Move Commons: Labeling, Opening and Connecting Social Initiatives

Javier de la Cueva, 
Bastien Guerry, 
Samer Hassan & 
Vicente J. Ruiz Jurado

Here and there we see many initiatives promoting the commons in different fields (free culture, open educational resources, seed banks, “reclaim the city”). However, only a few have reached critical mass and are well known by multiple communities; the majority remain in their social silos and political niches, more or less ignored by the mainstream. Yet we all know about people out there who would love to get involved in helping improve the world. They just don’t know which initiatives to help, and how to locate them. From the outside, it can be difficult to have a clear view of the ones available. So what happens, typically, is that people end up helping those large non-governmental organizations that have enough resources to pay for ads and marketing. The local, small initiatives, even ones with enormous potential, remain in the shadows because they cannot be easily found.

Move Commons is a Web tool that seeks to change this situation. It aims to boost the visibility of such smaller social initiatives while building a network of related initiatives across the world. As the developers of this Web tool, we strongly believe it can foster mutual discovery, facilitate new projects, and help various movements to reach critical mass.

How does it work?

Move Commons helps initiatives, collectives, NGOs, non-profits and social movements to publicly announce their core principles through a mechanism similar to the one used by Creative Commons (CC).1 Creative Commons allows authors to “label” their cultural works using icons representing a specific legal license. Move Commons provides a set of “labels” for social initiatives using a user-friendly, bottom-up system. The labels consist of four icons, together with a complementary set of keywords (such as its field of activism, research topics, geographical location, etc.). Like the CC licenses, Move Commons icons use RDFa tags – a set of metadata protocols – to facilitate Web searches that can locate projects and organizations.

Projects can choose Move Commons “badges” that accurately describe the character of their activities, and place the generated logo (a combination of four icons) on their Web pages. Websurfers who reach a homepage with the icons can then see at a glance the general character of the initiative. The icons answer several questions: Is this initiative nonprofit? Is it transparent? Can I use part of their contents for my blog? How are they organized internally? Do they fortify the Commons with their actions?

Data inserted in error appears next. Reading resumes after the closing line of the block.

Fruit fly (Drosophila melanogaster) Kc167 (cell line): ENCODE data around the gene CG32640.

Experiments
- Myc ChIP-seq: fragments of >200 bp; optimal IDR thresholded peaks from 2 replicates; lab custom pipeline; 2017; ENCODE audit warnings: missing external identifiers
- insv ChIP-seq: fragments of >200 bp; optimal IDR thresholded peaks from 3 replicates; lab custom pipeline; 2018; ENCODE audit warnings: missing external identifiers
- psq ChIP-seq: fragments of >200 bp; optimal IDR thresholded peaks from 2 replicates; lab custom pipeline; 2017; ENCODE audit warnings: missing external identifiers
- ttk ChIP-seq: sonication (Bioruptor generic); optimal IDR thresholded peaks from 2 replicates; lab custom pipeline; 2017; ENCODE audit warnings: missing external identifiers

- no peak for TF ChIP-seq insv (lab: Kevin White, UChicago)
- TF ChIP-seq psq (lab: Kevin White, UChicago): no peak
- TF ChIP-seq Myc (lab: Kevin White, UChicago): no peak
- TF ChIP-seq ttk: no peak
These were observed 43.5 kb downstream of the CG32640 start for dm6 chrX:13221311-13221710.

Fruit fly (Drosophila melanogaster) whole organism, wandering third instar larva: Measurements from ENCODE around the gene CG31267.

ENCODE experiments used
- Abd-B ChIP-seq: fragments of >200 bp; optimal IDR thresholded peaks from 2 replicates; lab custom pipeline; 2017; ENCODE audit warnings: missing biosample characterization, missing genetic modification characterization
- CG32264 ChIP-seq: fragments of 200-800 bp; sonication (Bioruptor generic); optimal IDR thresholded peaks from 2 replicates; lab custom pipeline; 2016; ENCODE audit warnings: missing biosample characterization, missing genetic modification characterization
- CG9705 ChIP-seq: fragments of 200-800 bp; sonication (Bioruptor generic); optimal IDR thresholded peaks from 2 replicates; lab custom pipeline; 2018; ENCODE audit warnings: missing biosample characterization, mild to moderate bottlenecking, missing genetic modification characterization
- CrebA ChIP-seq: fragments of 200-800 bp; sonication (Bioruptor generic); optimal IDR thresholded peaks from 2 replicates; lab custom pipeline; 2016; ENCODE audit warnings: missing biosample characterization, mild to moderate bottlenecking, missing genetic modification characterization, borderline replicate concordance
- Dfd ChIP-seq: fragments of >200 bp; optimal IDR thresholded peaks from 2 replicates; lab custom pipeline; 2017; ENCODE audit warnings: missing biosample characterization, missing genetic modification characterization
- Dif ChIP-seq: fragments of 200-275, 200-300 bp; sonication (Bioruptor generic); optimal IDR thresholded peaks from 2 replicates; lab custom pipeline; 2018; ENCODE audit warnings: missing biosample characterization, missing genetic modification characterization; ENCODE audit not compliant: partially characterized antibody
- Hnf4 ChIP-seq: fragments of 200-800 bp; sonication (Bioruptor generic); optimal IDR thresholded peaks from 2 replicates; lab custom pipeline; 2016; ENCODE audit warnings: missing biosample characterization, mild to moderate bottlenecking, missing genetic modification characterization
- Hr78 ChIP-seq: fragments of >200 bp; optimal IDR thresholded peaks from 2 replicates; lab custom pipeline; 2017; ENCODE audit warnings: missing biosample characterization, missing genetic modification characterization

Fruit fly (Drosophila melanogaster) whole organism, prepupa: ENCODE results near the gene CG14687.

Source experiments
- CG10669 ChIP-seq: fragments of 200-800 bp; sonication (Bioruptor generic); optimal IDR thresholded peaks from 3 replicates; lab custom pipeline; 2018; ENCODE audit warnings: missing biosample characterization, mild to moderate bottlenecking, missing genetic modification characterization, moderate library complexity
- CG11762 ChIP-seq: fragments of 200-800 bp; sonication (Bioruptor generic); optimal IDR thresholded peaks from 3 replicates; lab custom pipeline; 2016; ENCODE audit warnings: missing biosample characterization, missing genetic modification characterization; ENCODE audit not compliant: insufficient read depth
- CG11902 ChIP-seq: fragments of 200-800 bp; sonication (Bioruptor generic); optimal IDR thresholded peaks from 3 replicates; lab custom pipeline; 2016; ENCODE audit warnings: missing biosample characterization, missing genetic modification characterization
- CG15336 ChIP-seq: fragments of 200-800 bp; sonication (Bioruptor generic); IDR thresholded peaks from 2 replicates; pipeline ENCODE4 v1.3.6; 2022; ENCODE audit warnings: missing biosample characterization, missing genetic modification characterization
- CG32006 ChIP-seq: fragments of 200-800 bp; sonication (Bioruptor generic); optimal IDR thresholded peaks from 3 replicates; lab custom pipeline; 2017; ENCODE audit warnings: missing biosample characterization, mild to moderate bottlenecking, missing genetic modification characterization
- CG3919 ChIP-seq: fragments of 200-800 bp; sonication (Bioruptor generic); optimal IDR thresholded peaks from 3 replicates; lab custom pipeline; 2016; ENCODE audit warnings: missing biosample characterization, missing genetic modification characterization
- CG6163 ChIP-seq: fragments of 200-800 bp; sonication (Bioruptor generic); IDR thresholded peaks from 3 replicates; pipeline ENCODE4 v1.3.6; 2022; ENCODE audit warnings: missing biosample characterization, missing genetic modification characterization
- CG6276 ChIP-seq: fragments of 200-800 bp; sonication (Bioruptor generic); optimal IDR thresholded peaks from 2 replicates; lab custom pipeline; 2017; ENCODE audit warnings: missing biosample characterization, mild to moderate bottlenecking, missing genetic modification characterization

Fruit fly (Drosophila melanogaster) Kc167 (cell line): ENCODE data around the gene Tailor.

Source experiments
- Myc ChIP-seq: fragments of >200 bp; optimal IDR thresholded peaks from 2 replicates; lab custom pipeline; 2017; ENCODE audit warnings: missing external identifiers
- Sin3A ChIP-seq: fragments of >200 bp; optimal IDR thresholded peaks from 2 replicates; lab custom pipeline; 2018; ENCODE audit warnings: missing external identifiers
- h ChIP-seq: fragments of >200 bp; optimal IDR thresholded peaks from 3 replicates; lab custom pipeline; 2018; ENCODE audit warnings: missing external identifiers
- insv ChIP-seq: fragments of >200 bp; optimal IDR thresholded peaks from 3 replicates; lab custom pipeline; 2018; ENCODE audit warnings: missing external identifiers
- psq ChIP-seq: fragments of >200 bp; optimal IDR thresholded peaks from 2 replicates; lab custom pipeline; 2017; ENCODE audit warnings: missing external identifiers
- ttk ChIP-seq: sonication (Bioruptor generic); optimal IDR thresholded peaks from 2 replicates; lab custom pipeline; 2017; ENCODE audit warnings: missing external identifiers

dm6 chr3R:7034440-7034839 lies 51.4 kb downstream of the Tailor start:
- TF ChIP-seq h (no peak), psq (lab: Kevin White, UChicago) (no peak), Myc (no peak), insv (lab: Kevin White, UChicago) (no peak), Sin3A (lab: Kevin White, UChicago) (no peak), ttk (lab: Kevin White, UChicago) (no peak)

When you generate the badge for your Web page, Move Commons not only provides you with some easy-to-understand icons, it also gives you some machine-readable “semantic code” containing the information you provided, which you then place on your Website.2This allows search engines to identify and “understand” the Web pages that have Move Commons badges, enabling searches such as, “Which initiatives exist in Cairo that are grassroots organizations, nonprofit, delivering Creative Commons content, and related to ‘environmental education’ and ‘children’?” (Or substitute your own favorite social concerns, keywords and places.) If your initiative fits that description, the Move Commons semantic code would allow your webpages to be located and appear in the results. This capacity lets projects locate and collaborate with like-minded initiatives anywhere in the world. Potential volunteers can easily find an initiative that interests them even if the initiative is small and unable to market themselves widely.

Move commons labels

The four labels we propose for each initiative are: “Non-Profit,” “Reproducible,” “Grassroots” and “Reinforcing the Commons.”

  • Non-Profit means that your initiative is a not-for-profit initiative.
  • Reproducible means that you make it easy for anyone to clone your initiative. You are documenting your own processes and sharing your contents for others to use. Thus, you are facilitating others to follow your path and avoid problems that have already been solved.
  • Grassroots means that your initiative’s governance tries to be as horizontal as possible. That is, hierarchical structure is minimal or nonexistent, allowing horizontal grassroots discussions to have a major weight in the decision-making as opposed to relying upon “vertical” instructions from a board.